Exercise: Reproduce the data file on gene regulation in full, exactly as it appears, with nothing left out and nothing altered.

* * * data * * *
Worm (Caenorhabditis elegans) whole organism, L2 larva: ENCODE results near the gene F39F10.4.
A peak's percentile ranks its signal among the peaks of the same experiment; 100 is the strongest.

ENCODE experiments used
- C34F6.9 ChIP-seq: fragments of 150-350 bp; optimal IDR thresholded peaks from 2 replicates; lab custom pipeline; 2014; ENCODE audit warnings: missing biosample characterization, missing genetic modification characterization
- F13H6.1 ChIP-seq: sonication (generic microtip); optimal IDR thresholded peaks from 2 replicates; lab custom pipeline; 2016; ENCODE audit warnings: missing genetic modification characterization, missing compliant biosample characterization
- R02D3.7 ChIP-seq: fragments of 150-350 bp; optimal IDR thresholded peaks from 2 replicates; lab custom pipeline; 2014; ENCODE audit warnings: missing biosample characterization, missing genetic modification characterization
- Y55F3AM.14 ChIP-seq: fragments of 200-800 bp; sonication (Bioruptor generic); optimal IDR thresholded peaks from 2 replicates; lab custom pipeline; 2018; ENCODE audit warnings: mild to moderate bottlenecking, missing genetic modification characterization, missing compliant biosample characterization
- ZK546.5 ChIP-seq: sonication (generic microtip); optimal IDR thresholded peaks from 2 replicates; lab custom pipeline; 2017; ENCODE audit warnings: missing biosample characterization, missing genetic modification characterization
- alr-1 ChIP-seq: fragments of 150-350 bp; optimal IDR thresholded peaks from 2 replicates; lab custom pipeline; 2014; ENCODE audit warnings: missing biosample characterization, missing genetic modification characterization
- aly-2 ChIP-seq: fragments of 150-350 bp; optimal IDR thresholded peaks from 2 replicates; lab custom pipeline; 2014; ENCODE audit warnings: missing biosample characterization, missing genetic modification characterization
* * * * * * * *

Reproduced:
Worm (Caenorhabditis elegans) whole organism, L2 larva: ENCODE results near the gene F39F10.4.
A peak's percentile ranks its signal among the peaks of the same experiment; 100 is the strongest.

ENCODE experiments used
- C34F6.9 ChIP-seq: fragments of 150-350 bp; optimal IDR thresholded peaks from 2 replicates; lab custom pipeline; 2014; ENCODE audit warnings: missing biosample characterization, missing genetic modification characterization
- F13H6.1 ChIP-seq: sonication (generic microtip); optimal IDR thresholded peaks from 2 replicates; lab custom pipeline; 2016; ENCODE audit warnings: missing genetic modification characterization, missing compliant biosample characterization
- R02D3.7 ChIP-seq: fragments of 150-350 bp; optimal IDR thresholded peaks from 2 replicates; lab custom pipeline; 2014; ENCODE audit warnings: missing biosample characterization, missing genetic modification characterization
- Y55F3AM.14 ChIP-seq: fragments of 200-800 bp; sonication (Bioruptor generic); optimal IDR thresholded peaks from 2 replicates; lab custom pipeline; 2018; ENCODE audit warnings: mild to moderate bottlenecking, missing genetic modification characterization, missing compliant biosample characterization
- ZK546.5 ChIP-seq: sonication (generic microtip); optimal IDR thresholded peaks from 2 replicates; lab custom pipeline; 2017; ENCODE audit warnings: missing biosample characterization, missing genetic modification characterization
- alr-1 ChIP-seq: fragments of 150-350 bp; optimal IDR thresholded peaks from 2 replicates; lab custom pipeline; 2014; ENCODE audit warnings: missing biosample characterization, missing genetic modification characterization
- aly-2 ChIP-seq: fragments of 150-350 bp; optimal IDR thresholded peaks from 2 replicates; lab custom pipeline; 2014; ENCODE audit warnings: missing biosample characterization, missing genetic modification characterization